LPL to offer advice to 401(k) participants

B-D providing investment models, financial education to participants served by Vanguard, Ascensus

By Darla Mercado

Aug 22, 2013 @ 12:58 pm (Updated 10:56 am) EST

401(k), retirement, retirement planning, lpl, vanguard, ascensus

Retirement plan participants served by Ascensus Inc. and The Vanguard Group Inc. — with more than $2 billion in assets combined — are set to begin receiving personalized financial advice, courtesy of LPL Financial Retirement Partners.

LPL Financial LLC yesterday announced the partnership with the two massive retirement plan service providers at its focus13 conference in San Diego.

Bill Chetney, executive vice president at LPL Financial Retirement Partners, said LPL is in talks with New York Life Insurance Co. to provide advice to participants in plans serviced by the insurer.

Under the deal, LPL Financial Retirement Partners will reach out to participants in plans serviced by Ascensus and Vanguard through LPL's Worksite Financial Solutions program. About 1,000 plans, representing more than $2 billion in assets, will comprise the initial group of 401(k) plans that will be able to use the service. LPL expects to expand the service to other record keepers, Mr. Chetney said.

LPL’s Worksite Financial Solutions will only be available to LPL plans and participants on the Ascensus record keeping platform. As for Vanguard, only LPL plans that use the Retirement Plan Access 401(k) service for small to mid-sized plans and their participants will be able to use Worksite Financial Solutions.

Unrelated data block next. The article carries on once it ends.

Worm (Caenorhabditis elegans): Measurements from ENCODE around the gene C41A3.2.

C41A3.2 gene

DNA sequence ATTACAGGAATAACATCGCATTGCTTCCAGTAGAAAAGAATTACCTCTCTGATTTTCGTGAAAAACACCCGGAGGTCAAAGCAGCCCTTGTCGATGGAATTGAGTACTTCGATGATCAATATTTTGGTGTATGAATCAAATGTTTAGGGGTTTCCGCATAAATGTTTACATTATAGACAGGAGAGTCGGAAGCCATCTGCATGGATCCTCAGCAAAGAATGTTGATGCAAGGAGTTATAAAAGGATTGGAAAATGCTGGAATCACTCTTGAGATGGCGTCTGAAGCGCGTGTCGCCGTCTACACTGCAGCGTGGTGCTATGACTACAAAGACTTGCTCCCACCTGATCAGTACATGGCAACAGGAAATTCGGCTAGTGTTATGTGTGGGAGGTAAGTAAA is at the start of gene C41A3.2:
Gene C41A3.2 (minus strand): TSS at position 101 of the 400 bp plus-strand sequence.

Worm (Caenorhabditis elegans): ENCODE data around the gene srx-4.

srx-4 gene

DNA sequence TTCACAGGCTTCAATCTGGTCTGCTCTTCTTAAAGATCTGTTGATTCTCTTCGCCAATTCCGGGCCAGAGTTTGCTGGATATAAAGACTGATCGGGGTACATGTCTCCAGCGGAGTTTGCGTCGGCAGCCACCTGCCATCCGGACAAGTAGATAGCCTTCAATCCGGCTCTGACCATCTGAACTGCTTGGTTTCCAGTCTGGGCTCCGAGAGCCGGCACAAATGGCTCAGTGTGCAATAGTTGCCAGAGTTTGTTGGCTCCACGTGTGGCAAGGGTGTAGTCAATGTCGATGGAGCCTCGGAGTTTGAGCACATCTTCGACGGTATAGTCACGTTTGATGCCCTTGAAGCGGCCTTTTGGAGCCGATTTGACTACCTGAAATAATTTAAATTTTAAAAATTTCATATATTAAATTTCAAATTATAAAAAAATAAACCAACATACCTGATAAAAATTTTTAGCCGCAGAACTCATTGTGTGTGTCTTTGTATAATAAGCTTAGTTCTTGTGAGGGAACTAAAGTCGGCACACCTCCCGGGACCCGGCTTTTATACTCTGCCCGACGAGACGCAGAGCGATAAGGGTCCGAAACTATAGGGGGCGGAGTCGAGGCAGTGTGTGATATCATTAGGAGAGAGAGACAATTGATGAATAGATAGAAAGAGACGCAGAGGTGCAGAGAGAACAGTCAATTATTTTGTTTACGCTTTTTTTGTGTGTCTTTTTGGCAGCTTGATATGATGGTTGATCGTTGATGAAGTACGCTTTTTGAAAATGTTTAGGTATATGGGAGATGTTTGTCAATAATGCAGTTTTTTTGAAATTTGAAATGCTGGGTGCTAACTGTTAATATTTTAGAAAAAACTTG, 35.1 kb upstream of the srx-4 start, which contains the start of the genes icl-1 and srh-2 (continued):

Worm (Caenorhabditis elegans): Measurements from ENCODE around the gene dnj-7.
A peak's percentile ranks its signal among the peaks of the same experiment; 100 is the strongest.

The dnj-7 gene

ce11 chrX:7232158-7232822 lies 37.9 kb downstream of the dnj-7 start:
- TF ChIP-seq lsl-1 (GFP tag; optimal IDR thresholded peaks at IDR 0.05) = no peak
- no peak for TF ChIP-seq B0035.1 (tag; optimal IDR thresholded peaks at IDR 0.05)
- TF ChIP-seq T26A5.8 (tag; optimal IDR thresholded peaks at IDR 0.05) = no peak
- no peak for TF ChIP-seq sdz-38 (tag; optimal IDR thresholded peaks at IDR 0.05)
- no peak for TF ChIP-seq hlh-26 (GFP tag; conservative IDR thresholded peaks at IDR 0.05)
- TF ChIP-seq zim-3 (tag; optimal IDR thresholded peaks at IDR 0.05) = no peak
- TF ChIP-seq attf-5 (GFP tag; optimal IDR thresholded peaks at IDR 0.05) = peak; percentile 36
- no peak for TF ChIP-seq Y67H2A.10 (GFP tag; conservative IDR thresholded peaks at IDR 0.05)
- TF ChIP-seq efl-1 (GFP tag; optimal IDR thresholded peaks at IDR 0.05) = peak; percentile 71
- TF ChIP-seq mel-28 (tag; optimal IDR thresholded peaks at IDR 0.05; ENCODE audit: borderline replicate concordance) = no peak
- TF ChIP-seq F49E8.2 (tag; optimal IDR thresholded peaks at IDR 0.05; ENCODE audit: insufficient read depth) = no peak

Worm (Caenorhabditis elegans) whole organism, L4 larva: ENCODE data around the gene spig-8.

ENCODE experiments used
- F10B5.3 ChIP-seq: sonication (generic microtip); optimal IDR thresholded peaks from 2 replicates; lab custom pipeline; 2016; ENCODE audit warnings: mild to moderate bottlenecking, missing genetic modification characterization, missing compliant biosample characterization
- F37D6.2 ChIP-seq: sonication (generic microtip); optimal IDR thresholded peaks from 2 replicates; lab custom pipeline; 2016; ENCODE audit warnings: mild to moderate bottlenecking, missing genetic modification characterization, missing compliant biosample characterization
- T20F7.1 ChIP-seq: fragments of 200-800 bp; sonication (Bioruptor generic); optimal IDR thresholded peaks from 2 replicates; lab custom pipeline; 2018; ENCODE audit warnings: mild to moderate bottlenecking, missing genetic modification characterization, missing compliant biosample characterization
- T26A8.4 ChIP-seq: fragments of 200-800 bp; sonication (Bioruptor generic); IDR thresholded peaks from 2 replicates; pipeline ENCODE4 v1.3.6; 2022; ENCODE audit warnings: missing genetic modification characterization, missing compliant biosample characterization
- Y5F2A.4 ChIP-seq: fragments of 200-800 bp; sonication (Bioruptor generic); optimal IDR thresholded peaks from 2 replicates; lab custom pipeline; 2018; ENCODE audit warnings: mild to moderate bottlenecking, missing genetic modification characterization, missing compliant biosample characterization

Since March, Worksite Financial Solutions and LPL's research department have been developing investment models and providing advice to participants in partnership with Morningstar Inc. Participants have been able to interact with LPL advisers, either in person, via the web or over the telephone.

In addition to access to these services, under the new partnership, participants also will have access to educational programs on financial wellness.

The cost for the service includes a base platform fee plus compensation to the adviser that's charged on an asset level and depends on the workload the adviser takes on. Those expenses are charged on an institutional basis, so the more participants in the plan, the lower the cost.

Mr. Chetney noted that the greatest failing of the 401(k) industry is the do-it-yourself nature of structuring investments within retirement plans.

“We simply provide participants with a fund menu of 25, 50, 100 funds, and after an education meeting, we tell them to pick out their own investment mix,” he said. “You can't imagine that someone would sit down with a customer and tell them good luck picking their investments.”

In addition, Mr. Chetney contends that it's unthinkable that someone would invest their entire net worth based on a single data point — their age.

“It's almost shocking that the industry touts this target date solution when it's something so deficient,” he said.

Naturally, one of the biggest deterrents to providing advice to 401(k) plan participants as a whole is the fact that the account balances tend to be small, so the profits aren't massive. Mr. Chetney noted that the volume of the accounts is what makes this endeavor profitable for LPL.

“You're dealing with volumes of $50,000 accounts,” he said. “The economics are attractive, and you're able to deliver that advice at institutional pricing.”